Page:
Hubbell – Only the richest copper mines could afford their own smelter and C&H’s economic prowess enabled its erection of the region’s largest. Today only a handful of the sites original compliment of buildings remain, including the electrolytic plant and mineral house.

C&H Stamp Mills

C&H Stamp Mills

Lake Linden – The C&H Stamp Mill complex was actually three mills in one: one mill for the Calumet Mine, one for the Hecla, and a reclamation plant to reprocess the tailings from both.

C&H Trestle

Calumet – This small trestle carried the C&H Railroad’s Red Jacket spur over the Mineral Range Railroad’s main line.

C&H Warehouse No.1

Calumet – Served by a dedicated rail spur along its north west face, this massive brick structure was built to house supplies for the burgeoning C&H Mine. Today it continues to be used for storage, but under the stewardship of the national park.

C&H Warehouse No.2

Calumet – As C&H grew by leaps and bounds it quickly became clear that more storage space was needed and a second larger warehouse was soon built. While not as dignified as its brick predecessor, this particular structure was large enough to allow trains to pull directly inside to unload their cargos.

Calumet Manual Training School

Calumet – This massive school was originally built by C&H to not only educate the community’s children, but to also provide those children with the skills needed for a future job in in the mine.

Calumet Mill Boiler House

Calumet Mill Boiler House

Calumet – This large brick building is all that remains of C&H’s first stamp mill, built on the shore of Calumet Lake just north of the old mine site.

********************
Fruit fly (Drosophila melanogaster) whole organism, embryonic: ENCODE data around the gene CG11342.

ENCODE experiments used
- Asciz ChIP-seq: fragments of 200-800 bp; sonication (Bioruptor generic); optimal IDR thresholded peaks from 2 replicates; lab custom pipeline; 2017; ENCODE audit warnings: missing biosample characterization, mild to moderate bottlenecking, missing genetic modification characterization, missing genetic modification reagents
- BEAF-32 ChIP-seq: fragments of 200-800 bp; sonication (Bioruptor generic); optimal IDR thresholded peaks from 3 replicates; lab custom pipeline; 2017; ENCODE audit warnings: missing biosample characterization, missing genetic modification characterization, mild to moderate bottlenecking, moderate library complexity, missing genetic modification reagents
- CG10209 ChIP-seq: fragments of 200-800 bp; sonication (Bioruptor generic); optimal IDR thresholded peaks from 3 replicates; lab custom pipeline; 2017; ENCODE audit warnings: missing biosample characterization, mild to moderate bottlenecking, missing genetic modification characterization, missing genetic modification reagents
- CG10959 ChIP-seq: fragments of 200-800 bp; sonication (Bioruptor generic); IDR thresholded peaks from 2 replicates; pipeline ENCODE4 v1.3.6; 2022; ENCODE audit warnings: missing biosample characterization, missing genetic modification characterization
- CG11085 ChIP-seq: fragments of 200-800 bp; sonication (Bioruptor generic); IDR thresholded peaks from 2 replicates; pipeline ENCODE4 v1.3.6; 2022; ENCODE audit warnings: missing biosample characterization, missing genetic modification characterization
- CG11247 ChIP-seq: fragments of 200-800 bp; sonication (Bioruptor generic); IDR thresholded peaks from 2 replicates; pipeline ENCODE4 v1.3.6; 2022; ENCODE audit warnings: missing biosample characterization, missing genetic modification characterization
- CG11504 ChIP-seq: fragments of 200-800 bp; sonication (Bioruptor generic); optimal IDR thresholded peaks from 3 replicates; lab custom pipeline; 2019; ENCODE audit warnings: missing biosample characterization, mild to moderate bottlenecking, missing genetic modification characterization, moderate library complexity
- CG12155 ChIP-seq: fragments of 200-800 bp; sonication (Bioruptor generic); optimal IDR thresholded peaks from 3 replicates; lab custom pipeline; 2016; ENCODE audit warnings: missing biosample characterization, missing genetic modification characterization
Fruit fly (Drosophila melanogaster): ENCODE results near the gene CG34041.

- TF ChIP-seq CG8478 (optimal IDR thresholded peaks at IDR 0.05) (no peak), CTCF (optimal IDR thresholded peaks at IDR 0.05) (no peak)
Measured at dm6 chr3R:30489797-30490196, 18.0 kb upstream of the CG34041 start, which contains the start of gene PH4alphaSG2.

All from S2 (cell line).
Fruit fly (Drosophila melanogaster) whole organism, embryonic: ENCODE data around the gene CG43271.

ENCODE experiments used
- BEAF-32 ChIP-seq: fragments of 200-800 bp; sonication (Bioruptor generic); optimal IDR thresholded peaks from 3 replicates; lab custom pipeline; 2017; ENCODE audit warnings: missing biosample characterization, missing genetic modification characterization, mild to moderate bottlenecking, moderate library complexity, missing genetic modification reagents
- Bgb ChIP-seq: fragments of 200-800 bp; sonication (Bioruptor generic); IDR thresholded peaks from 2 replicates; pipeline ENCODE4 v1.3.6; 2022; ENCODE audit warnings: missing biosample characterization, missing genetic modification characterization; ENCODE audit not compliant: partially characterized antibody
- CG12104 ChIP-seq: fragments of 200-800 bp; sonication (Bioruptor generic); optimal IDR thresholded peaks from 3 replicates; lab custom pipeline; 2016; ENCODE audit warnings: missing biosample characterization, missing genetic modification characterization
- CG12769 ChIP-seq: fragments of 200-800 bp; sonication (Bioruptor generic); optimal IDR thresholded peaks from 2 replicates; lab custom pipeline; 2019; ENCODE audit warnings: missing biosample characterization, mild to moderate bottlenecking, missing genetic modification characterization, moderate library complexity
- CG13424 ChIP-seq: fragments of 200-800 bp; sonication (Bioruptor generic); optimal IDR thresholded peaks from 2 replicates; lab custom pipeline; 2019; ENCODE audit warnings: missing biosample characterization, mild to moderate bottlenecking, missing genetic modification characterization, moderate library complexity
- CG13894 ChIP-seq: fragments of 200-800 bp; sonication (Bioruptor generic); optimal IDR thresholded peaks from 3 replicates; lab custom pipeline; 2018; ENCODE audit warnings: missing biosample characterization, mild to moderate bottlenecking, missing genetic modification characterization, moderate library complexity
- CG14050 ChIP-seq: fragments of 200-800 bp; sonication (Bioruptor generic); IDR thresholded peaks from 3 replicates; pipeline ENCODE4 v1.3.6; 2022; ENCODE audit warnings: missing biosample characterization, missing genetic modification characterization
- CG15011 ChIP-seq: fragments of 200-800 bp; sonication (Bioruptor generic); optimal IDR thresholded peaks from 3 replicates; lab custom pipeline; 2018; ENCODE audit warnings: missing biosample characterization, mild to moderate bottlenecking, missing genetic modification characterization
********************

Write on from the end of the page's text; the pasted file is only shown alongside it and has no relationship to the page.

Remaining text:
Calumet No.3

Calumet – Home to a disastrous fire that resulted in the death of eight workers and the closure of the mine for over five months, C&H’s old Calumet No.3 shaft would be sealed off and never opened again.

Hecla Fire Station

Hecla Fire Station

Calumet – This old fire station was originally built by the mine to protect its surface plant, and is now home to the township fire department.

Russell Snow Plow

Calumet – A necessary part for any Copper Country railroad, this rolling snow plow was pushed by a locomotive to clear tracks of the region’s 300 inches of yearly snowfall.

Superior Boiler House

Calumet – This massive sandstone building originally housed a sprawling collection of boilers required to power the monstrous Superior steam engine once housed next door.

Traprock Valley Railroad Trestle

Lake Linden – With C&H’s acquisition of several mines out of reach of its railroad, the C&H Line was extended eight miles from the mine’s mills at Lake Linden to Ahmeek – crossing over the county highway at this point.